39. Kim, H.-W.; Kwon, Y.-B.; Ham, T.-W.; Roh, D.-H.; Yoon, S.-Y.; Lee, H.-J.; Han, H.-J.; Yang, I.-S.; Beitz, A.J.; Lee, J.-H. Acupoint stimulation using bee venom attenuates formalin-induced pain behavior and spinal cord fos expression in rats. J. Vet. Med. Sci. 2003, 65, 349–355. [Google Scholar] [CrossRef] [PubMed]
  40. Jones, S.L. Chapter 29—descending noradrenergic influences on pain. In Progress in Brain Research; Barnes, C.D., Pompeiano, O., Eds.; Elsevier: Amsterdam, The Netherlands, 1991; Volume 88, pp. 381–394. [Google Scholar]
  41. Yoon, S.Y.; Roh, D.H.; Kwon, Y.B.; Kim, H.W.; Seo, H.S.; Han, H.J.; Lee, H.J.; Beitz, A.J.; Lee, J.H. Acupoint stimulation with diluted bee venom (apipuncture) potentiates the analgesic effect of intrathecal clonidine in the rodent formalin test and in a neuropathic pain model. J. Pain 2009, 10, 253–263. [Google Scholar] [CrossRef] [PubMed]
  42. Lin, L.; Zhu, B.-P.; Cai, L. Therapeutic effect of melittin on a rat model of chronic prostatitis induced by complete freund’s adjuvant. Biomed. Pharmacother. 2017, 90, 921–927. [Google Scholar] [CrossRef] [PubMed]
  43. Zimmermann, M. Ethical guidelines for investigations of experimental pain in conscious animals. Pain 1983, 16, 109–110. [Google Scholar] [CrossRef]
  44. Flatters, S.J.; Bennett, G.J. Ethosuximide reverses paclitaxel- and vincristine-induced painful peripheral neuropathy. Pain 2004, 109, 150–161. [Google Scholar] [CrossRef] [PubMed]
  45. Polomano, R.C.; Mannes, A.J.; Clark, U.S.; Bennett, G.J. A painful peripheral neuropathy in the rat produced by the chemotherapeutic drug, paclitaxel. Pain 2001, 94, 293–304. [Google Scholar] [CrossRef]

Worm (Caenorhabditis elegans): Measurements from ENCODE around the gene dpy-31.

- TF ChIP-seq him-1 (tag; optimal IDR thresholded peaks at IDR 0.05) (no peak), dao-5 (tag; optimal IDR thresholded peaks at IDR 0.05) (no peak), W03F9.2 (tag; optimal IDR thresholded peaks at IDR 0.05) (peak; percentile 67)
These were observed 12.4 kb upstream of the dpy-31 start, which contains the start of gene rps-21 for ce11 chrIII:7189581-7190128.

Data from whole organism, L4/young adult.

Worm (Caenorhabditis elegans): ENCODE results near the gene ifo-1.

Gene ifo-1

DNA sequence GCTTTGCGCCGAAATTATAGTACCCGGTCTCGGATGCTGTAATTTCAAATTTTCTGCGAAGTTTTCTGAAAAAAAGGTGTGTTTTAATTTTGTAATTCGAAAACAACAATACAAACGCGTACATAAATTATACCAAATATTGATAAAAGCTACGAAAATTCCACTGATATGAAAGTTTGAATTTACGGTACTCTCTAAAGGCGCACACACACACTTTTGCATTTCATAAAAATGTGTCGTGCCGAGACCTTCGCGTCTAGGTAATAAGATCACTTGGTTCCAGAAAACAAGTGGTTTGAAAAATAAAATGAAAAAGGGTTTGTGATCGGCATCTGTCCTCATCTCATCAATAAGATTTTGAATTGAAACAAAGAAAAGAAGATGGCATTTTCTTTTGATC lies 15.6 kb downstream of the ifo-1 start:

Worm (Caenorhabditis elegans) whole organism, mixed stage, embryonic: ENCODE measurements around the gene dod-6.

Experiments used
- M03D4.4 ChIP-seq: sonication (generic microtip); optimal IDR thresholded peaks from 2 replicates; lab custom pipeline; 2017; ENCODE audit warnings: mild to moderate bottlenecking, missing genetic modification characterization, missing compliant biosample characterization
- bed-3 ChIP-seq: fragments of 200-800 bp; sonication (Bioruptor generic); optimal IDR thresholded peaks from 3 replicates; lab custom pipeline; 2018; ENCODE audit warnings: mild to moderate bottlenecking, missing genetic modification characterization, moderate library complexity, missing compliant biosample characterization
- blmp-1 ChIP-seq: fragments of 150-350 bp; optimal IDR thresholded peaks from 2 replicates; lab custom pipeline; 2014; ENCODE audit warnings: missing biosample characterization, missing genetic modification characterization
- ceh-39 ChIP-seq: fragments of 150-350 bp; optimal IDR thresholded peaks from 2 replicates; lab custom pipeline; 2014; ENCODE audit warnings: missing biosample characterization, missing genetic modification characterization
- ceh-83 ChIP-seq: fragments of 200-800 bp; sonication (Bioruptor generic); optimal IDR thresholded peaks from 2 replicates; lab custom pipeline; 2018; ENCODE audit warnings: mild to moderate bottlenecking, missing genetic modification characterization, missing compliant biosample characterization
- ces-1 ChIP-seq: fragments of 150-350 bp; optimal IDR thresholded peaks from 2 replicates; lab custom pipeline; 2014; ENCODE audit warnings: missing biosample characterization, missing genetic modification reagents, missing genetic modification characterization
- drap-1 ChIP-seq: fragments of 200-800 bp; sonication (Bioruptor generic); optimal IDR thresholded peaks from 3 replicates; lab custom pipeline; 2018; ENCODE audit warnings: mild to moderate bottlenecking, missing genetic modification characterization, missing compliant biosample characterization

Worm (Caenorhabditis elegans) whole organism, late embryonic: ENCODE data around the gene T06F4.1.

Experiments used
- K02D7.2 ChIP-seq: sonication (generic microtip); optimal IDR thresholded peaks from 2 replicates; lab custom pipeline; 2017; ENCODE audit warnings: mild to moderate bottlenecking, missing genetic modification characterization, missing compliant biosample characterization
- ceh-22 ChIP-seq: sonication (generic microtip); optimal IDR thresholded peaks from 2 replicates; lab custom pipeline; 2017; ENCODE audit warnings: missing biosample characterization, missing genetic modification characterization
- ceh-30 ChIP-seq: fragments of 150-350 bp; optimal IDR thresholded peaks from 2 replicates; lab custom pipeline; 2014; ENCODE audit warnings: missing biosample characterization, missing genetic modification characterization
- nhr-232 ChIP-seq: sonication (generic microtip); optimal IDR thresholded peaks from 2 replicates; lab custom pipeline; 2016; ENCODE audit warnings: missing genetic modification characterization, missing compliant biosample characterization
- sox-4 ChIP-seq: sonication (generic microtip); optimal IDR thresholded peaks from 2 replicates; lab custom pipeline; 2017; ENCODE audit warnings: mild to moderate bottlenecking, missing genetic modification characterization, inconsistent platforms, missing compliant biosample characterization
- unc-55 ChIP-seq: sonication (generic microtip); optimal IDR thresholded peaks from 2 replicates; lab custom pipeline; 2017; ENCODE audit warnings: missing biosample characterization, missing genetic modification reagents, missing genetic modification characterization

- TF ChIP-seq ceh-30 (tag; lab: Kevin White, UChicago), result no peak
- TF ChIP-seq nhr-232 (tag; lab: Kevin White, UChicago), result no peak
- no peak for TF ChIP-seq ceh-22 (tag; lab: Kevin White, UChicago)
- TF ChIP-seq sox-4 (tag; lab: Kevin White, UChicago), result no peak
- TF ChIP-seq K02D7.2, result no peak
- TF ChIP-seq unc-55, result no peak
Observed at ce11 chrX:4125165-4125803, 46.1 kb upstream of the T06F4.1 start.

46. Flatters, S.J.L.; Xiao, W.-H.; Bennett, G.J. Acetyl-l-carnitine prevents and reduces paclitaxel-induced painful peripheral neuropathy. Neurosci. Lett. 2006, 397, 219–223. [Google Scholar] [CrossRef] [PubMed]
  47. Yin, C.S.; Jeong, H.S.; Park, H.J.; Baik, Y.; Yoon, M.H.; Choi, C.B.; Koh, H.G. A proposed transpositional acupoint system in a mouse and rat model. Res. Vet. Sci. 2008, 84, 159–165. [Google Scholar] [CrossRef] [PubMed]
  48. Choi, S.; Yamada, A.; Kim, W.; Kim, S.K.; Furue, H. Noradrenergic inhibition of spinal hyperexcitation elicited by cutaneous cold stimuli in rats with oxaliplatin-induced allodynia: Electrophysiological and behavioral assessments. J. Physiol. Sci. JPS 2016. [Google Scholar] [CrossRef] [PubMed]
Figure 1. Time course of paclitaxel-induced mechanical hyperalgesia. Rats were divided into two groups; paclitaxel (n = 7), vehicle (n = 7). Paclitaxel (2.0 mg/kg per injection) or vehicle was injected to rats four times (arrows; days 0, 2, 4 and 6). Significant differences between two groups were observed from the day 10 to day 21. Data are presented as mean ± SEM (* p < 0.05, ** p < 0.01; two-way ANOVA followed by Bonferroni’s multiple comparison test).
Figure 1. Time course of paclitaxel-induced mechanical hyperalgesia. Rats were divided into two groups; paclitaxel (n = 7), vehicle (n = 7). Paclitaxel (2.0 mg/kg per injection) or vehicle was injected to rats four times (arrows; days 0, 2, 4 and 6). Significant differences between two groups were observed from the day 10 to day 21. Data are presented as mean ± SEM (* p < 0.05, ** p < 0.01; two-way ANOVA followed by Bonferroni’s multiple comparison test).
Toxins 09 00351 g001